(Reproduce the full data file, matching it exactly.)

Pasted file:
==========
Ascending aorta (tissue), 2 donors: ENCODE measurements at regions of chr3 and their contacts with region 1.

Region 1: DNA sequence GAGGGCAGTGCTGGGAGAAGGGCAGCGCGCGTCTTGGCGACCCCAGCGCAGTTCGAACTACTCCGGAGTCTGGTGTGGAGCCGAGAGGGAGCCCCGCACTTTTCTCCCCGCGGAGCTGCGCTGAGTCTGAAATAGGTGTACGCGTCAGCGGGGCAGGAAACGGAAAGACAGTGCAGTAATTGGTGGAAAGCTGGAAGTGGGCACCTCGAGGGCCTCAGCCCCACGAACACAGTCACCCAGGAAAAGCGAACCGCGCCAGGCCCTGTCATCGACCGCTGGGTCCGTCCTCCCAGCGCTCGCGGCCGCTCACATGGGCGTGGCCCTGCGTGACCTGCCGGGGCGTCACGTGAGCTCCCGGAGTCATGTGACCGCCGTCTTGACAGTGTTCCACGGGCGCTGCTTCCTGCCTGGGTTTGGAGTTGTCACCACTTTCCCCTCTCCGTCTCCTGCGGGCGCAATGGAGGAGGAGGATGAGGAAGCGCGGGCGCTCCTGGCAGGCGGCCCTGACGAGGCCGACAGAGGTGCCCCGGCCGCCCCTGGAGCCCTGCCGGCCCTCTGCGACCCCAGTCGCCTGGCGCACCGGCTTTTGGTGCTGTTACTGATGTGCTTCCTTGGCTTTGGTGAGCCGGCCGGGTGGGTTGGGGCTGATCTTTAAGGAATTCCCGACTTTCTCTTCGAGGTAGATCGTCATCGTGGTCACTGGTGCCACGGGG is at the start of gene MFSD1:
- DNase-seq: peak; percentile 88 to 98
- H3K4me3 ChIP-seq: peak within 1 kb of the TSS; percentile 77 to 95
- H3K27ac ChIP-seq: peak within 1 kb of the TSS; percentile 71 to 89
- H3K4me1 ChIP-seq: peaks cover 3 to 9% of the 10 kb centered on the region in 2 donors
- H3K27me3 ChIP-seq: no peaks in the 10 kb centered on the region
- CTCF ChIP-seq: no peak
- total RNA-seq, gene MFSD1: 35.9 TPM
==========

Ascending aorta (tissue), 2 donors: ENCODE measurements at regions of chr3 and their contacts with region 1.

Region 1: DNA sequence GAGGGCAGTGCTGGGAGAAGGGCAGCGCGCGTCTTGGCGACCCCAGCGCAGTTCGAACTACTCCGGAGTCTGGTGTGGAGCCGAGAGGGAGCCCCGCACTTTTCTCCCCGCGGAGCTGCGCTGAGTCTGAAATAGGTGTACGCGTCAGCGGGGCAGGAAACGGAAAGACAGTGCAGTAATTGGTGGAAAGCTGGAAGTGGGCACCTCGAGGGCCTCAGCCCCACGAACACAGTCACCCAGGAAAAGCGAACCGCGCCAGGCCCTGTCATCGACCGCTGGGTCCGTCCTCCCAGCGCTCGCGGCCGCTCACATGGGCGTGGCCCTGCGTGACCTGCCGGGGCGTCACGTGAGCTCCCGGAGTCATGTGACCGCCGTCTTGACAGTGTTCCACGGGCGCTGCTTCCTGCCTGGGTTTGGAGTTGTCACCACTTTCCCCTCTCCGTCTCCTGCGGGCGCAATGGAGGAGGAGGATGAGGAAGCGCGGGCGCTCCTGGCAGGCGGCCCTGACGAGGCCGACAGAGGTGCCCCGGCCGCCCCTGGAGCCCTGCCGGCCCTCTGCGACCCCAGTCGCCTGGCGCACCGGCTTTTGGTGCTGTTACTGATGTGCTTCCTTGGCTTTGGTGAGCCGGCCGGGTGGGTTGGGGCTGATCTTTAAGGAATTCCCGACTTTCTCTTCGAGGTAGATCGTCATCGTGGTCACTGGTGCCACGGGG is at the start of gene MFSD1:
- DNase-seq: peak; percentile 88 to 98
- H3K4me3 ChIP-seq: peak within 1 kb of the TSS; percentile 77 to 95
- H3K27ac ChIP-seq: peak within 1 kb of the TSS; percentile 71 to 89
- H3K4me1 ChIP-seq: peaks cover 3 to 9% of the 10 kb centered on the region in 2 donors
- H3K27me3 ChIP-seq: no peaks in the 10 kb centered on the region
- CTCF ChIP-seq: no peak
- total RNA-seq, gene MFSD1: 35.9 TPM